Studies show that women suffer from a stereotype threat in math and science, meaning that in the fields of math and science women are more apprehensive to perform due to their perceived inferiority to men. Perhaps that is why girls at my high school were so confident in their work, there were no boys to do better and perhaps this is why women are always found to do better in single-sex school environments. 

Another factor in this issue is that most single-sex schools are private, and require an entrance test. Therefore, one can argue that the students in single-sex schools are already at an advantage. But does that single-sex environment only further the intelligence of the "elite" students in private education?

Again, Penn State's Lynn Liben denies any benefits of single-sex schooling, "Kids' own occupational aspirations are going to be limited, and there could be long-term consequences where, for example, girls are used to being in roles only among other girls, then they have to face the real world where that's not the case."

It is clear to me that the issue of single-sex education juggles an academic as well as a psychological/social side. A article published by ABC News focuses on the negative effects of single-sex education when it comes to the social aspect. A 2010 study on two separate pre-school classes displays negative, social affects on students, "In one class, the teacher used gender-specific language to address the children. The other teacher did not. After just two weeks, the researchers reported that children who had the teacher using sex-specific language played less with children of the other sex." And so, some may argue that single-sex education promotes gender-issued stereotypes.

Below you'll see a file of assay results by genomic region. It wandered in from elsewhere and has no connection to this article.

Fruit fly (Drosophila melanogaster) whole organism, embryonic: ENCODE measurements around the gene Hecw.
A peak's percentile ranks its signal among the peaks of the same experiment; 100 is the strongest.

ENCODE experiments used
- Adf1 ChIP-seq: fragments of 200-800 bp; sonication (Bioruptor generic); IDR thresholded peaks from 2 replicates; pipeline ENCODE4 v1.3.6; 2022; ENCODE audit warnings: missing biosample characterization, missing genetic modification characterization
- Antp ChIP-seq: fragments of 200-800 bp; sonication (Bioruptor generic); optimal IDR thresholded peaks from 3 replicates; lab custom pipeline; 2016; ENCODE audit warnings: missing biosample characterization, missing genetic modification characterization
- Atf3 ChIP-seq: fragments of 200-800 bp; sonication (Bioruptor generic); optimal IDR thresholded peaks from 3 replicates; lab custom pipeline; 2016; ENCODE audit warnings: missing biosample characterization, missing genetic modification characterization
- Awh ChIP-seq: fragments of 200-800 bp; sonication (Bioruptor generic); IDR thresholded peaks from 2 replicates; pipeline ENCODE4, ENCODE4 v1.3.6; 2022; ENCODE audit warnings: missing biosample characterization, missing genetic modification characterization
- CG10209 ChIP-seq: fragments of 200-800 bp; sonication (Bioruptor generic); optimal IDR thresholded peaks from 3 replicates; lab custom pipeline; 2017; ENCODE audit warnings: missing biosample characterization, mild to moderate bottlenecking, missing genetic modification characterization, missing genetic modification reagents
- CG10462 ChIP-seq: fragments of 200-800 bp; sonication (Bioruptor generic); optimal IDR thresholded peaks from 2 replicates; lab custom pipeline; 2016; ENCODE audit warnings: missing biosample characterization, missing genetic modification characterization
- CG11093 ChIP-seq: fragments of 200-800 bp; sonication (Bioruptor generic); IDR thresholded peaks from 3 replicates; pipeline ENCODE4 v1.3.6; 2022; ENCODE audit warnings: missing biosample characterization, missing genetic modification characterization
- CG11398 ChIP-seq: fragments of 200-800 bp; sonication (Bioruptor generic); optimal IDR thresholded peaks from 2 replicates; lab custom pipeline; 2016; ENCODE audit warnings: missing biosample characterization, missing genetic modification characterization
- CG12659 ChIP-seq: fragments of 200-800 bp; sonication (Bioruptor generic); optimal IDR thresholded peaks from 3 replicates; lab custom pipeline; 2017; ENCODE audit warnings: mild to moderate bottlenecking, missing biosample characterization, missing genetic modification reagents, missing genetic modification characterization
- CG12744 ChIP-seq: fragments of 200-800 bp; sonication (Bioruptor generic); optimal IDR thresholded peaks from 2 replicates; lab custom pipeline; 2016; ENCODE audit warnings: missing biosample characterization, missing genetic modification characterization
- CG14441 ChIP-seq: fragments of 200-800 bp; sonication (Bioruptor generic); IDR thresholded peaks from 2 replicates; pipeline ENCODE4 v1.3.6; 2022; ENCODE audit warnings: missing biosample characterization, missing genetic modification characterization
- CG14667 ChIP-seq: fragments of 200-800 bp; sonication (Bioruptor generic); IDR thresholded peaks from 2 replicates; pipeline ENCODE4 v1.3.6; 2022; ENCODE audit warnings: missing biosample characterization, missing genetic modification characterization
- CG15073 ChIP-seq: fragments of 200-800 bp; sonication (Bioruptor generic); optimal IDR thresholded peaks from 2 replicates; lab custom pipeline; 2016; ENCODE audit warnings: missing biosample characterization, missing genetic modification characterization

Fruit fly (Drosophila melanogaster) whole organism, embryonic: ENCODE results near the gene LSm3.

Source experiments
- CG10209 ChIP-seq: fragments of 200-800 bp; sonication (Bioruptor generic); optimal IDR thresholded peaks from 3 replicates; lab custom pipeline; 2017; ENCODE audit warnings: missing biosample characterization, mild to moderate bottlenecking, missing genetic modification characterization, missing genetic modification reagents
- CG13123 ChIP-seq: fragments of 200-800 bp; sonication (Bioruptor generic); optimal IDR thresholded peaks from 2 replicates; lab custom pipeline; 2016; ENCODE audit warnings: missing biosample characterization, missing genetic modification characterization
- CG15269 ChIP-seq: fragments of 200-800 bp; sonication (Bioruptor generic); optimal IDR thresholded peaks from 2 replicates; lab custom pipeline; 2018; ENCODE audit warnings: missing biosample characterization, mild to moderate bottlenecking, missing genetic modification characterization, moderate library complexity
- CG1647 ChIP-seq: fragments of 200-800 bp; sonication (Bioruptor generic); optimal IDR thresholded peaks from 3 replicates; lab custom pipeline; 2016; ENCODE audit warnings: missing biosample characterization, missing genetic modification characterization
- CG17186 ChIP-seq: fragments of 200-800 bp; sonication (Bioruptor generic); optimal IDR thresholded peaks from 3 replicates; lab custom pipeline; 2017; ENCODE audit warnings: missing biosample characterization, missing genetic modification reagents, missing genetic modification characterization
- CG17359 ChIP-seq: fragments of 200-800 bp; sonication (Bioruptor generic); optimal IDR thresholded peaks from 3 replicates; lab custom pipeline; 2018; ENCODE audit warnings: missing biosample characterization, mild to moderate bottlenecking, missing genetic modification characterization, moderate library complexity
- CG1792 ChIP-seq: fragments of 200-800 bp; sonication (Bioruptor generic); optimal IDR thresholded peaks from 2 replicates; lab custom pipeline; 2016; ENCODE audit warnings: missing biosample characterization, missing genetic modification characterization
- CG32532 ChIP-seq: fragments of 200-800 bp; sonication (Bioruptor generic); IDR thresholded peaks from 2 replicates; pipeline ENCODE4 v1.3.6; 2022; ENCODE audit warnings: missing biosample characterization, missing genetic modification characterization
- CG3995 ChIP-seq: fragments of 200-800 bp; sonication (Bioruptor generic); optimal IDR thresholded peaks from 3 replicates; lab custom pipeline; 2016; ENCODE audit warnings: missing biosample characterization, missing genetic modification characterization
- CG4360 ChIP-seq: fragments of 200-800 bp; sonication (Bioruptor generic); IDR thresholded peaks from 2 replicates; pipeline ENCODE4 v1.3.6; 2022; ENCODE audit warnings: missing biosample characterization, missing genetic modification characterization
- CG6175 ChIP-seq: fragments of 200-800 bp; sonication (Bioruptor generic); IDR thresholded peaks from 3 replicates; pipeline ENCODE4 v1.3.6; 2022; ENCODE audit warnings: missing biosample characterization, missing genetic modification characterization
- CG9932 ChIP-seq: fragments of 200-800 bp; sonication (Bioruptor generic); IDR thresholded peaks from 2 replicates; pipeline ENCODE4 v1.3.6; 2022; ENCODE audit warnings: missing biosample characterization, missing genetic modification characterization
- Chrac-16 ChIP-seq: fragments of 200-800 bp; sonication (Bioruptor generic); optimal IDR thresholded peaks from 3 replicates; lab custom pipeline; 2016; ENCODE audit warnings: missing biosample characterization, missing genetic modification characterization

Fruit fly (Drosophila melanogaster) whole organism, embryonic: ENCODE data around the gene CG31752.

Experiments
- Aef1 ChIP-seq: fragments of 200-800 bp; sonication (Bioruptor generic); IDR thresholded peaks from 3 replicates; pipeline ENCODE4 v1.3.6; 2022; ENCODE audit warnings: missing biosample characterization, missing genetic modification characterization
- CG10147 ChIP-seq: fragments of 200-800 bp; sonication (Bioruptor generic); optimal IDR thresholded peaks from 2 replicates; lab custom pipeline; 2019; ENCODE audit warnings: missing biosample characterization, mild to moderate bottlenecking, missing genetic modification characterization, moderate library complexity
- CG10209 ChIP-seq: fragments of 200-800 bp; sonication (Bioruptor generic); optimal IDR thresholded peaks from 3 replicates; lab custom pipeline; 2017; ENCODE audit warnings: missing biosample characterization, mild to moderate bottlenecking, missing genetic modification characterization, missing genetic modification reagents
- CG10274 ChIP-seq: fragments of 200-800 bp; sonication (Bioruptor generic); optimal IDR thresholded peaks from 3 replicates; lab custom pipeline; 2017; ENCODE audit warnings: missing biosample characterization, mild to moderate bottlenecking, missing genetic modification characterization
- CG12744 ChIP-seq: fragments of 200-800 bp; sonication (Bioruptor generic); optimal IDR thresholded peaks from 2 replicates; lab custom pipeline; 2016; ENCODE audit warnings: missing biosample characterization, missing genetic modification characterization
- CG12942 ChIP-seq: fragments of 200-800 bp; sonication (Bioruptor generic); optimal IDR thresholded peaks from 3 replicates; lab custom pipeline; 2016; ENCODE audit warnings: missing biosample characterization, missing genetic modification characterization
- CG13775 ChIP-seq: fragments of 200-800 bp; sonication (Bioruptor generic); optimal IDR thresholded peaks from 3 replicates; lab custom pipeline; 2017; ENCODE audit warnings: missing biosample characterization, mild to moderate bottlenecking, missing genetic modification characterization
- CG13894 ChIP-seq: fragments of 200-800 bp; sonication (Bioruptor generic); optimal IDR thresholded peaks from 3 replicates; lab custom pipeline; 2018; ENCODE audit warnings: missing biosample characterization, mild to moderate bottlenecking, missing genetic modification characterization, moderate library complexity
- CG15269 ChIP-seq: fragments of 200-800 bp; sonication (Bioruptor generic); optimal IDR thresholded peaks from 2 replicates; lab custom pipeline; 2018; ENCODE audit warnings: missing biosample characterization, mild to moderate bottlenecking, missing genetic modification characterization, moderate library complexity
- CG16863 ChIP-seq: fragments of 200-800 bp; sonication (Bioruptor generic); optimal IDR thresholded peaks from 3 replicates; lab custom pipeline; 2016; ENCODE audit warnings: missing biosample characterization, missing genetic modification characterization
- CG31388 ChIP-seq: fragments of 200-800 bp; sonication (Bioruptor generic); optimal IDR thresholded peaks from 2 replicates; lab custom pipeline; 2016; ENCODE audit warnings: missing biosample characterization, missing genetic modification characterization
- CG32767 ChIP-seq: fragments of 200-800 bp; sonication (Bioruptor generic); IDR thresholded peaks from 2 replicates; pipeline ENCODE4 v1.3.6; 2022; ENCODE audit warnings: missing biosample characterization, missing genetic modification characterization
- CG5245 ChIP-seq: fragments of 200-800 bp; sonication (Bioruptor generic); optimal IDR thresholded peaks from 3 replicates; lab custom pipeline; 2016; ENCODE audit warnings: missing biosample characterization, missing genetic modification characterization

At the end of the day is it up to the parents: sacrifice your child's appreciation and cooperation with the opposite sex for a more specialized, concentrated academic environment?